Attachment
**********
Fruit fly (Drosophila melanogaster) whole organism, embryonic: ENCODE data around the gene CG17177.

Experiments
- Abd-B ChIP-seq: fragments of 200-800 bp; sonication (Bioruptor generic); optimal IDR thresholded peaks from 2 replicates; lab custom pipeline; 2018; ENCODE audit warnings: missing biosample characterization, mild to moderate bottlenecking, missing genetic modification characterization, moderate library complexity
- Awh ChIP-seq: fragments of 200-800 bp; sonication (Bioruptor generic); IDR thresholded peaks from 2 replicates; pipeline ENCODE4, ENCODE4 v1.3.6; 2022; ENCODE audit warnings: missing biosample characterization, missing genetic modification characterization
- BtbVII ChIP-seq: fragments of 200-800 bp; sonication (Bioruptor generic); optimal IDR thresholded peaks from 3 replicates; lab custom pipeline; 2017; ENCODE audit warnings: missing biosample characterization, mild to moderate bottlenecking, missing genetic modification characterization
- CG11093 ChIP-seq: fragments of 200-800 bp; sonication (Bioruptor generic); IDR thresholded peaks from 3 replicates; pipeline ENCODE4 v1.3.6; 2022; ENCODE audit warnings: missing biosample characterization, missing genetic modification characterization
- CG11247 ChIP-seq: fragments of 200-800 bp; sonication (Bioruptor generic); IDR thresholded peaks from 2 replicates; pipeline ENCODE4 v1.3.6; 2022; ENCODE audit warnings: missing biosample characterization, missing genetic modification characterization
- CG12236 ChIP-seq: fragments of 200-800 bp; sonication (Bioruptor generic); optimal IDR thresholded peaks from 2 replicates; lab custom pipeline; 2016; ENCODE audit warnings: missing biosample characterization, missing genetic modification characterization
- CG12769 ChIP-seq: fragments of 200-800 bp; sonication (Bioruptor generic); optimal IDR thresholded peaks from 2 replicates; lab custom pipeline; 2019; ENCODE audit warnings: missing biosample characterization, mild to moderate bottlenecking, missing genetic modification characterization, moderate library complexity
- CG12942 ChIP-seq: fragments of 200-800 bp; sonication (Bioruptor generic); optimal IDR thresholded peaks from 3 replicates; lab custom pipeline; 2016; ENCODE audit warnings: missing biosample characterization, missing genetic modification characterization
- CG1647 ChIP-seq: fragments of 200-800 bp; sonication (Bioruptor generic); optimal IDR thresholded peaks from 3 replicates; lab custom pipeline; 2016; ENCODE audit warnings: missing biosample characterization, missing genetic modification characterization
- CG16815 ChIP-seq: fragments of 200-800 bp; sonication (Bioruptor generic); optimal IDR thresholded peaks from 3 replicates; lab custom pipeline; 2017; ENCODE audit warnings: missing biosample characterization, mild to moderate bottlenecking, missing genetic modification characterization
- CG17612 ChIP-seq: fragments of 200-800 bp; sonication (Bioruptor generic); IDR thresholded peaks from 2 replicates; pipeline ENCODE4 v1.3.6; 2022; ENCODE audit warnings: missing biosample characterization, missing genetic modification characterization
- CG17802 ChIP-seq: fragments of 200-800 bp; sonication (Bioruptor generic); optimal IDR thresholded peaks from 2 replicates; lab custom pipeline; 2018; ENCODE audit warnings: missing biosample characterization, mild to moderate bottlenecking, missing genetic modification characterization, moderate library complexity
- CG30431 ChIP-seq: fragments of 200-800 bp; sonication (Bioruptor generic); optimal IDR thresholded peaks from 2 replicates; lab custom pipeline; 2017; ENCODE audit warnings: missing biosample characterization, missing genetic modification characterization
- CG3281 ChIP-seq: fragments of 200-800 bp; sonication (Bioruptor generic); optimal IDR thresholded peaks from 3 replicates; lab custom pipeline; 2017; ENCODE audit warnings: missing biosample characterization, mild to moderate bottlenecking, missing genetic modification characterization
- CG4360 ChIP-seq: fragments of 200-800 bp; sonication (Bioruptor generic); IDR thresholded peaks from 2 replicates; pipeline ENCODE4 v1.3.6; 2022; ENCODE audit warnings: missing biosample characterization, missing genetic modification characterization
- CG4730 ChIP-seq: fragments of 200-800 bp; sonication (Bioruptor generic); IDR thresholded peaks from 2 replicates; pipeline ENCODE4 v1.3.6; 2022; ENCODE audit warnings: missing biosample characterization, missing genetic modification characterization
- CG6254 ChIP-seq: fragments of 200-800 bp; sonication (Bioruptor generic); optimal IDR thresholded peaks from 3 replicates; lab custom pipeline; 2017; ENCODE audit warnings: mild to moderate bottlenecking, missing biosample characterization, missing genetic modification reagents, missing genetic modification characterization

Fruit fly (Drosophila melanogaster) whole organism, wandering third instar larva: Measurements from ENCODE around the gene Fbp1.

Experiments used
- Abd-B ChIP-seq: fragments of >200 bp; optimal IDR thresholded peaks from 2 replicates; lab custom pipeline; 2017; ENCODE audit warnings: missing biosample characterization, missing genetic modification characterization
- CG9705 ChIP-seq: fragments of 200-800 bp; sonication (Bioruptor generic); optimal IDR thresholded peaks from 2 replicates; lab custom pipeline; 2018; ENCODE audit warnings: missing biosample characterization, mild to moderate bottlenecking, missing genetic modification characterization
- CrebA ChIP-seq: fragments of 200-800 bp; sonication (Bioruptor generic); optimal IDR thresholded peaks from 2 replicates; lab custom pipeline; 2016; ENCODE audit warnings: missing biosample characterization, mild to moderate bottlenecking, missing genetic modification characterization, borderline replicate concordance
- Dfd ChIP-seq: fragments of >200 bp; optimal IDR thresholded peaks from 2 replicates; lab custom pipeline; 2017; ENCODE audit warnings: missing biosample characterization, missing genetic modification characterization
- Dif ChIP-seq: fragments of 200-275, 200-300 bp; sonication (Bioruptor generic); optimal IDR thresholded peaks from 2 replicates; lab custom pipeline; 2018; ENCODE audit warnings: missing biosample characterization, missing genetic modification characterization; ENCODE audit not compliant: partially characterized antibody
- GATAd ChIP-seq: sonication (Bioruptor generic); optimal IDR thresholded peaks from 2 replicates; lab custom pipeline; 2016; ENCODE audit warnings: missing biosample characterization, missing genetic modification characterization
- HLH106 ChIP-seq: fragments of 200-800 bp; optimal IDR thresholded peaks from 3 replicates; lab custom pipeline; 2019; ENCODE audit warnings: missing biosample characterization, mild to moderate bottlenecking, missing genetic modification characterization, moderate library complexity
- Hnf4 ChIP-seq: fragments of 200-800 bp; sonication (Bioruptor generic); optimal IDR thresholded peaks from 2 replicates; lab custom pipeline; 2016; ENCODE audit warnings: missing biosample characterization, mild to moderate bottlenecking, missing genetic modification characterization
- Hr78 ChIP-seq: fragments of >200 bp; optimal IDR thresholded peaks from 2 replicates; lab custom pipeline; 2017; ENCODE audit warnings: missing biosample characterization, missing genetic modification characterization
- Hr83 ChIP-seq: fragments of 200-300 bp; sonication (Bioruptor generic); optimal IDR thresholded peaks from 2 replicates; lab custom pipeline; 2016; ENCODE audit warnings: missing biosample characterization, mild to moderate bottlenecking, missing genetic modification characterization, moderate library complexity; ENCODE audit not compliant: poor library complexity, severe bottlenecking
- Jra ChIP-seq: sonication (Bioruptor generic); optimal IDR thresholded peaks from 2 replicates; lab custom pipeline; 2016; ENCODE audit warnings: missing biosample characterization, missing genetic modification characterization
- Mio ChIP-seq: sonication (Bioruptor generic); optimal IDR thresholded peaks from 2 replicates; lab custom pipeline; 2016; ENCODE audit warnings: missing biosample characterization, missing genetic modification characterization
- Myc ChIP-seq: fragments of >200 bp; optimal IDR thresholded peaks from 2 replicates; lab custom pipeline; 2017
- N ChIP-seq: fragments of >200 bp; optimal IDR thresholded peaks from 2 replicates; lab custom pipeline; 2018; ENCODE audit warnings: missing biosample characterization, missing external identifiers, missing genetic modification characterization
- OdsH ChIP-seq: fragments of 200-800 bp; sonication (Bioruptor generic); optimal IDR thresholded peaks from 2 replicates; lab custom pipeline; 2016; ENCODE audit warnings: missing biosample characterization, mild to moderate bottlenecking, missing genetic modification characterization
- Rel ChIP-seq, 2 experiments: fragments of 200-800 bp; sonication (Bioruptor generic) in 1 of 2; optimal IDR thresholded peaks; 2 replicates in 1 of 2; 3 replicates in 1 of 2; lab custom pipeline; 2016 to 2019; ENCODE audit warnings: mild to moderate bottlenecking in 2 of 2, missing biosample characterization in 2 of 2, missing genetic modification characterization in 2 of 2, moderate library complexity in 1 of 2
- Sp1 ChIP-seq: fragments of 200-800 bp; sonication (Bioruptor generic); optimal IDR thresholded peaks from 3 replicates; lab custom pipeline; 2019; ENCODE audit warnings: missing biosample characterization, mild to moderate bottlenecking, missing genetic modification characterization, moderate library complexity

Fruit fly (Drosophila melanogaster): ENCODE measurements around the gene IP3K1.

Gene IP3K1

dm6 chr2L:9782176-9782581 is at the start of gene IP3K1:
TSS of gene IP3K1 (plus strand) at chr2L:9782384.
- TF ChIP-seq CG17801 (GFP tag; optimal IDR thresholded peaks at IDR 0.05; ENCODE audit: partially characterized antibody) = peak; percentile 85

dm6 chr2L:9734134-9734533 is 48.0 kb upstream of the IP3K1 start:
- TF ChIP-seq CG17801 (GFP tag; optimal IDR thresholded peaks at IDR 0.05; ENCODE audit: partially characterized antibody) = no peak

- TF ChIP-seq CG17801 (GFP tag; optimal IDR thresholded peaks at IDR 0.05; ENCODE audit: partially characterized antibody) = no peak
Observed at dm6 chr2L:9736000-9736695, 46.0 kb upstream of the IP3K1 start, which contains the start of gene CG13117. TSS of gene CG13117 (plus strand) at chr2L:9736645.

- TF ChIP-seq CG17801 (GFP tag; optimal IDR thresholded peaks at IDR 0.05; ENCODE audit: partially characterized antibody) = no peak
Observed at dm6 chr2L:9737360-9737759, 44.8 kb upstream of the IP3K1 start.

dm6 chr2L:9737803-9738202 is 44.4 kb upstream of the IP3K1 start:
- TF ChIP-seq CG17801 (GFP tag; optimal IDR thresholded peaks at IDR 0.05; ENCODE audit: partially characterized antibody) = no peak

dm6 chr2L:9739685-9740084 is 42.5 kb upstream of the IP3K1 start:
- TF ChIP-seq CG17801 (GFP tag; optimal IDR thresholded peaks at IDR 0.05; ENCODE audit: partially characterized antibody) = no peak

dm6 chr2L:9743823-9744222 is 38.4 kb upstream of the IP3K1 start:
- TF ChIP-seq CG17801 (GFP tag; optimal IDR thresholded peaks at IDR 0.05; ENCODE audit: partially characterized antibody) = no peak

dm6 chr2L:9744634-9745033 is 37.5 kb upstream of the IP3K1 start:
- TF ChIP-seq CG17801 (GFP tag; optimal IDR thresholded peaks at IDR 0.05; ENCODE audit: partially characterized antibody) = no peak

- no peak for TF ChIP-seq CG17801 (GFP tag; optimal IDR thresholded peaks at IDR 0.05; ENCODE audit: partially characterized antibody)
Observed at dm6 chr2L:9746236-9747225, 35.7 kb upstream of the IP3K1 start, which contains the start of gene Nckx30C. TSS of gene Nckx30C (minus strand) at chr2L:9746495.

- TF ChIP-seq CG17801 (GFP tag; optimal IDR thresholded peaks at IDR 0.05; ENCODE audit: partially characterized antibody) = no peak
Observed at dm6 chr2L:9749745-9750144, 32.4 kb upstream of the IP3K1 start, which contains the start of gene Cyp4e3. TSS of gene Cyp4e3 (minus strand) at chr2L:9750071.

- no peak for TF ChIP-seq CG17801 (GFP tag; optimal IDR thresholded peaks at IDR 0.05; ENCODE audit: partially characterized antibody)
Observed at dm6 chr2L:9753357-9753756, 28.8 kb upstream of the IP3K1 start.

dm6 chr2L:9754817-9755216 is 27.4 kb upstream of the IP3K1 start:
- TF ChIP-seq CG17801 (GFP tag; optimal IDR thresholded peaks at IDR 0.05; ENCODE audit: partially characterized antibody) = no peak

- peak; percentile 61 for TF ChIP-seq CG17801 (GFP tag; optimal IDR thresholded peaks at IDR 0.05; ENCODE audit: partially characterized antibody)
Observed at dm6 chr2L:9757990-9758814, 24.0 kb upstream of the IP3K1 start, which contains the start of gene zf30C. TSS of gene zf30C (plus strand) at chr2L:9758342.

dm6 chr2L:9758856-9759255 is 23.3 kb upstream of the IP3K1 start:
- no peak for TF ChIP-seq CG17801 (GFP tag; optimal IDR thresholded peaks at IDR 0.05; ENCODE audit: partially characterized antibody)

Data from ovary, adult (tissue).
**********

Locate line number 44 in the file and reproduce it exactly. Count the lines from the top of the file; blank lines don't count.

dm6 chr2L:9734134-9734533 is 48.0 kb upstream of the IP3K1 start: